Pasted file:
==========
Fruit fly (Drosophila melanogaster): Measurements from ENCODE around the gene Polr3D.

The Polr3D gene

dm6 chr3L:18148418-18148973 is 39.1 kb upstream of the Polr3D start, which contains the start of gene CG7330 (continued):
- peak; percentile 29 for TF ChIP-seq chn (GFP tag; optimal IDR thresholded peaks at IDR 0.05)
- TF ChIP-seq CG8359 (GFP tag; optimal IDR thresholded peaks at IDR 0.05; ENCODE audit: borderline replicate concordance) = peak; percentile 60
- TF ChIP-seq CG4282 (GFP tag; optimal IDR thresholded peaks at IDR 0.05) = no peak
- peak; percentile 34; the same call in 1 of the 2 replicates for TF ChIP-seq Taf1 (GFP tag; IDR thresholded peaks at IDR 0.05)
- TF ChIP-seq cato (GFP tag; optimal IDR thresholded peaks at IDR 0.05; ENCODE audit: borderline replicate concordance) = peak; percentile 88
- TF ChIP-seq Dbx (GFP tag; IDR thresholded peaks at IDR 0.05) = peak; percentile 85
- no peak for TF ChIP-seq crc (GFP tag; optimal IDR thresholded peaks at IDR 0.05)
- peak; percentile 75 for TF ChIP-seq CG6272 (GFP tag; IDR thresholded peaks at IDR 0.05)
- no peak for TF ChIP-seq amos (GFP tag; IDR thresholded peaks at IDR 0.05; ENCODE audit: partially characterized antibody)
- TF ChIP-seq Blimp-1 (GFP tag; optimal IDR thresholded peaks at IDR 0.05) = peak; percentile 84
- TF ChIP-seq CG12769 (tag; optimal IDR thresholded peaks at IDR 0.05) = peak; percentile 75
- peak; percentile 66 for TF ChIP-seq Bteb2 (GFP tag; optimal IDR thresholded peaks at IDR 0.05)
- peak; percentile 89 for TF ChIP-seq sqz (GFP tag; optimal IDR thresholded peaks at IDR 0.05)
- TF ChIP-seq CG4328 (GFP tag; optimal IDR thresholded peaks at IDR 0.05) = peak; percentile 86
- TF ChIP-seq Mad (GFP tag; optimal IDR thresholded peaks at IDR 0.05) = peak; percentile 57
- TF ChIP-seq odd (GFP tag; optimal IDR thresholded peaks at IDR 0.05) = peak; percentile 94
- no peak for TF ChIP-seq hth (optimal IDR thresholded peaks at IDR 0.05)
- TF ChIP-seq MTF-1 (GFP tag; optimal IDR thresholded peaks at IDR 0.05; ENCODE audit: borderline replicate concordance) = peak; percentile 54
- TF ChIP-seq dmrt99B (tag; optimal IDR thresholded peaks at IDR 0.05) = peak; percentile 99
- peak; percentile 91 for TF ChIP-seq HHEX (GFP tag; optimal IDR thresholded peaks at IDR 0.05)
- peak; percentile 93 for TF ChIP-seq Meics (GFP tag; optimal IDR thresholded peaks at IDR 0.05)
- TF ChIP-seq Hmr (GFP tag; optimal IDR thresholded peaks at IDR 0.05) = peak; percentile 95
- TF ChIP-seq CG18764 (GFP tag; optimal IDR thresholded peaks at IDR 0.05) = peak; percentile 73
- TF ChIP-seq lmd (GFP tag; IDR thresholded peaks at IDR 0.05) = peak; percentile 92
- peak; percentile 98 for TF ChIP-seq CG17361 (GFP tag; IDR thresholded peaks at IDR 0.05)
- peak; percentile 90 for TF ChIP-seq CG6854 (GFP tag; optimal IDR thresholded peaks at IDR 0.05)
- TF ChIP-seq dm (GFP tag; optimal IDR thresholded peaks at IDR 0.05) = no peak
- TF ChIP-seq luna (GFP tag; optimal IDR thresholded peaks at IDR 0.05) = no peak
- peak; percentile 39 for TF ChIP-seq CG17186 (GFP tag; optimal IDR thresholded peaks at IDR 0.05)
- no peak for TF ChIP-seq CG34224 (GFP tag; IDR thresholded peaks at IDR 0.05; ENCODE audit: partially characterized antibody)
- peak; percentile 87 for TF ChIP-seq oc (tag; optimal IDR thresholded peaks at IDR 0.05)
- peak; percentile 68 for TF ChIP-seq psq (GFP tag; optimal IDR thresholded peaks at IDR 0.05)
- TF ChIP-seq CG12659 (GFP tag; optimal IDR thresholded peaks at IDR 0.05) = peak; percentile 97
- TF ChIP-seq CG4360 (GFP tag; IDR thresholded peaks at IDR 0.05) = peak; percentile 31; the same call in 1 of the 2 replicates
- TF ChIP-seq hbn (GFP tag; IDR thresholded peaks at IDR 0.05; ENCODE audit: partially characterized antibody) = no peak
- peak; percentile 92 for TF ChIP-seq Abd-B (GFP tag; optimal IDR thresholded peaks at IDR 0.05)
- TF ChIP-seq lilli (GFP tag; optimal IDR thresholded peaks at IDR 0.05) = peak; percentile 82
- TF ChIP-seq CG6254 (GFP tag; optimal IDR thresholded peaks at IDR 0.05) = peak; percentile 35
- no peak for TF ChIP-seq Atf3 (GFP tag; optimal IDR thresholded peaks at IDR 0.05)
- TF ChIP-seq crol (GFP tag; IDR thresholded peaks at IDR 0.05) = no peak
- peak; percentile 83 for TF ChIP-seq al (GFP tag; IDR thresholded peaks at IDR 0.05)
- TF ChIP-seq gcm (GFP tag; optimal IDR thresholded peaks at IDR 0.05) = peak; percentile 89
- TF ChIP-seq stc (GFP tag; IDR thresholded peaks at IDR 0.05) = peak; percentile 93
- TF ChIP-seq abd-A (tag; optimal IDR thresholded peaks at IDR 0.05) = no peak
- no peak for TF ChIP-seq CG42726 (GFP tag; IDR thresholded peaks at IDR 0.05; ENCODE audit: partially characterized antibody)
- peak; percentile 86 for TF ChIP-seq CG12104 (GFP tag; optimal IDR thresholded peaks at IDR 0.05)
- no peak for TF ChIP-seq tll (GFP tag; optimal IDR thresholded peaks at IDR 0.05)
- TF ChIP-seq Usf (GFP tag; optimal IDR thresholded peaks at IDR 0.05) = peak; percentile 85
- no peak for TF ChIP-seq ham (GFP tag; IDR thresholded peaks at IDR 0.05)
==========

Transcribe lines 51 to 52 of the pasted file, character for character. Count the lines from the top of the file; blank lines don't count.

- TF ChIP-seq Usf (GFP tag; optimal IDR thresholded peaks at IDR 0.05) = peak; percentile 85
- no peak for TF ChIP-seq ham (GFP tag; IDR thresholded peaks at IDR 0.05)